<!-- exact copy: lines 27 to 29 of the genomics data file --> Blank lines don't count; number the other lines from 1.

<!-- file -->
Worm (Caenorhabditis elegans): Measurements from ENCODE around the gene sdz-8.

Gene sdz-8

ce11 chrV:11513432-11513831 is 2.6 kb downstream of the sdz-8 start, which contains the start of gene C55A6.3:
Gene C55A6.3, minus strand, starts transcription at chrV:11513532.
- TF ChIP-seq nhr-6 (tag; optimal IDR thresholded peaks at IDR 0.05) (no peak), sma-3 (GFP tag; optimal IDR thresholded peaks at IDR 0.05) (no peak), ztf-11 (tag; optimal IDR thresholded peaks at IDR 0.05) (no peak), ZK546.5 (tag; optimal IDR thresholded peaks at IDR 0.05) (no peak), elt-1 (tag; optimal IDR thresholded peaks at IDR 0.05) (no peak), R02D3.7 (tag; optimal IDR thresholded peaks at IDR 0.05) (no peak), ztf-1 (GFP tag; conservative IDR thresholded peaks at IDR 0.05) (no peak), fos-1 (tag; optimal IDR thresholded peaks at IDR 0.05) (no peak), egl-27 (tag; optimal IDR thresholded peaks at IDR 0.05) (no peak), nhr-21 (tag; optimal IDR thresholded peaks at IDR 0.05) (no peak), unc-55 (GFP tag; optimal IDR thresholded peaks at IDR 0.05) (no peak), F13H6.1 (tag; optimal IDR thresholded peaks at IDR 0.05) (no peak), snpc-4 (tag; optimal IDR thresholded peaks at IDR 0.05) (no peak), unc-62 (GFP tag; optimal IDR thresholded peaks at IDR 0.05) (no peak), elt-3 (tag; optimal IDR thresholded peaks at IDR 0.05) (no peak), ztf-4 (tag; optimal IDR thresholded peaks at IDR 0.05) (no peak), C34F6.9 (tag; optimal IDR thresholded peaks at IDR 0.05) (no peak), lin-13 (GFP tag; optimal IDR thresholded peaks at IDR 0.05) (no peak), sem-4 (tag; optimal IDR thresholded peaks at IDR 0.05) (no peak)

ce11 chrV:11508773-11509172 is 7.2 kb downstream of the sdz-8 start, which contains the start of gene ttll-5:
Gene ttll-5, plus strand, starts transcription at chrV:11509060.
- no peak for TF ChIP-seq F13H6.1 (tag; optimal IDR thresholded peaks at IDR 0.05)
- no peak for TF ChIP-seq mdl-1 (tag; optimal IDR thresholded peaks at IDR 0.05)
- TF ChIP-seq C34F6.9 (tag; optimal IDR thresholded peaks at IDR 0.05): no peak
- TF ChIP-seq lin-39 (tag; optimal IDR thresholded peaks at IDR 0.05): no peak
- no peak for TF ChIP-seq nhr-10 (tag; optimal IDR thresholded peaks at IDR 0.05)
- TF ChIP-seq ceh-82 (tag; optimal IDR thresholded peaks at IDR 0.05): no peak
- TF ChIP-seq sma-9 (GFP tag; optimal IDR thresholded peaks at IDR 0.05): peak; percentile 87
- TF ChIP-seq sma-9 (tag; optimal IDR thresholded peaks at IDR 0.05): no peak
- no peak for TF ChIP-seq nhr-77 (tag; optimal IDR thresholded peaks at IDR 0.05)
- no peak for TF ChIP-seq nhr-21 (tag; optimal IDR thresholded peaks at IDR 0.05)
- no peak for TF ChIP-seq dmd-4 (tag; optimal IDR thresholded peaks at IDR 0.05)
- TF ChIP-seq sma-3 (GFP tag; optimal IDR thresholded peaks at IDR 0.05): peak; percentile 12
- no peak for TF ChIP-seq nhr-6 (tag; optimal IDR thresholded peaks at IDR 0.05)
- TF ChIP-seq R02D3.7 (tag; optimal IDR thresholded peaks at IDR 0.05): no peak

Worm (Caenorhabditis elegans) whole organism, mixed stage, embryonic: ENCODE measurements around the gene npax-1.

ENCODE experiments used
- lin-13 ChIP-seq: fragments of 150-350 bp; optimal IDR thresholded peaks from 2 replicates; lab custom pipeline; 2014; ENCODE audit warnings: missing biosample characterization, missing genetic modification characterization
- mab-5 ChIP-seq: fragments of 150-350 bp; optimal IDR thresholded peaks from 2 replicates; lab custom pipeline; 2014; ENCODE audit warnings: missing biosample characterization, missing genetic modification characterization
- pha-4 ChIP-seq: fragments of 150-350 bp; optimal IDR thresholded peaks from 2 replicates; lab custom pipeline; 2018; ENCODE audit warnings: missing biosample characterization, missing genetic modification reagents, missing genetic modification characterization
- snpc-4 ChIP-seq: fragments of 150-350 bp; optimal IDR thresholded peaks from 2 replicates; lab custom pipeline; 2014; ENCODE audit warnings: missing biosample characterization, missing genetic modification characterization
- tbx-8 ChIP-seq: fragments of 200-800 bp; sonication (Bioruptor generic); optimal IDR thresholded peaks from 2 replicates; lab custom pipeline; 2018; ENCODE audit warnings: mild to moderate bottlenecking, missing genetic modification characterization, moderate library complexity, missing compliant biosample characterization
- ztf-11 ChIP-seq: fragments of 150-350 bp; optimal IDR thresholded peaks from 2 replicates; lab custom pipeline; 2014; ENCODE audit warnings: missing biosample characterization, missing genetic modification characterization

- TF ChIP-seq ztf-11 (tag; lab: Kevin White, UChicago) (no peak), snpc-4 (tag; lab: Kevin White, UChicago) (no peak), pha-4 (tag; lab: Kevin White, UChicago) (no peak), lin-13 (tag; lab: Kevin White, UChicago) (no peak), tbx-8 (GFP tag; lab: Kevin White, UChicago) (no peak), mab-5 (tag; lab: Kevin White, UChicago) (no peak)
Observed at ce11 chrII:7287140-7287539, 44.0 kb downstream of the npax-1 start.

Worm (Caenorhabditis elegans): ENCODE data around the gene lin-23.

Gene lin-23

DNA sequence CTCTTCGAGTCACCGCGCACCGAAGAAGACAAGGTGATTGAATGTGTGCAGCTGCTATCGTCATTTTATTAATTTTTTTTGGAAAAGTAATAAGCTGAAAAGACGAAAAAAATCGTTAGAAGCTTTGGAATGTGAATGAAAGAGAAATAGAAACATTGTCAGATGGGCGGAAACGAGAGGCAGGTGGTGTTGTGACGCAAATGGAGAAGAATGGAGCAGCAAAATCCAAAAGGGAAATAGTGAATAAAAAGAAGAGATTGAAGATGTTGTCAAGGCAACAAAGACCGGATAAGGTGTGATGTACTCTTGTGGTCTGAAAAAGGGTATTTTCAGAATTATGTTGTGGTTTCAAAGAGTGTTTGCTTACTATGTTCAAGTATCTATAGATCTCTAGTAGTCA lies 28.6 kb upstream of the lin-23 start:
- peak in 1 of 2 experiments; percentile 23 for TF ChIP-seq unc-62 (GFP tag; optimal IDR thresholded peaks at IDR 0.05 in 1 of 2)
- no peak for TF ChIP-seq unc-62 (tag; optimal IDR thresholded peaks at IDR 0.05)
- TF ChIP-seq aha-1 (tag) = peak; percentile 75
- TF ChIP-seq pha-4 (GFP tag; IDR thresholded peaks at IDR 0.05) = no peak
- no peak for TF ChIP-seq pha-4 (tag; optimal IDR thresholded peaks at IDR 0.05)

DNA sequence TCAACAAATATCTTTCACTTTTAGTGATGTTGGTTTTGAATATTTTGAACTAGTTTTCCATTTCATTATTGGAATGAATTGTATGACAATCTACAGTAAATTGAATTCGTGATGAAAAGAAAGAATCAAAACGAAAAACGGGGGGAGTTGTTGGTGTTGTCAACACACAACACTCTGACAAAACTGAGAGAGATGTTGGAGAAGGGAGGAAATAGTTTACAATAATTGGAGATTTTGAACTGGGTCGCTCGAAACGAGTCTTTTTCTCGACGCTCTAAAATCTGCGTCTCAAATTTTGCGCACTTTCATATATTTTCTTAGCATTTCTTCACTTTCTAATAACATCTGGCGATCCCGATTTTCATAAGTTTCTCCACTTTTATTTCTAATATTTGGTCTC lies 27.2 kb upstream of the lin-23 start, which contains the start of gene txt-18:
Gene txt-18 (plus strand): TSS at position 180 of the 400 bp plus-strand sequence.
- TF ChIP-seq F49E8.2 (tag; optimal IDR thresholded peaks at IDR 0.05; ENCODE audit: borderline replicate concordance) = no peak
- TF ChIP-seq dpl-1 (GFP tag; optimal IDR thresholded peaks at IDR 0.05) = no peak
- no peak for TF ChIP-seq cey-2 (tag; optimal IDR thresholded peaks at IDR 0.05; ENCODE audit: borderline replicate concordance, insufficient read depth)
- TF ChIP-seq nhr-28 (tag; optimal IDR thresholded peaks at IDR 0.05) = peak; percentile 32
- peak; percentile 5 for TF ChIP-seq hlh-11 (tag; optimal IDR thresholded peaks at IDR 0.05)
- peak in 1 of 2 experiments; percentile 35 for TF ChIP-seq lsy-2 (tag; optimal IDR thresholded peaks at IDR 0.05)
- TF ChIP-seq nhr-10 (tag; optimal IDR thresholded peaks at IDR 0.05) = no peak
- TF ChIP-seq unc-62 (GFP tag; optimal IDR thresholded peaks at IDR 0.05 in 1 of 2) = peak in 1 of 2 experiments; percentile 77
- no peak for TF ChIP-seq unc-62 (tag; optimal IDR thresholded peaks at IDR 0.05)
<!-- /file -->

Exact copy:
- snpc-4 ChIP-seq: fragments of 150-350 bp; optimal IDR thresholded peaks from 2 replicates; lab custom pipeline; 2014; ENCODE audit warnings: missing biosample characterization, missing genetic modification characterization
- tbx-8 ChIP-seq: fragments of 200-800 bp; sonication (Bioruptor generic); optimal IDR thresholded peaks from 2 replicates; lab custom pipeline; 2018; ENCODE audit warnings: mild to moderate bottlenecking, missing genetic modification characterization, moderate library complexity, missing compliant biosample characterization
- ztf-11 ChIP-seq: fragments of 150-350 bp; optimal IDR thresholded peaks from 2 replicates; lab custom pipeline; 2014; ENCODE audit warnings: missing biosample characterization, missing genetic modification characterization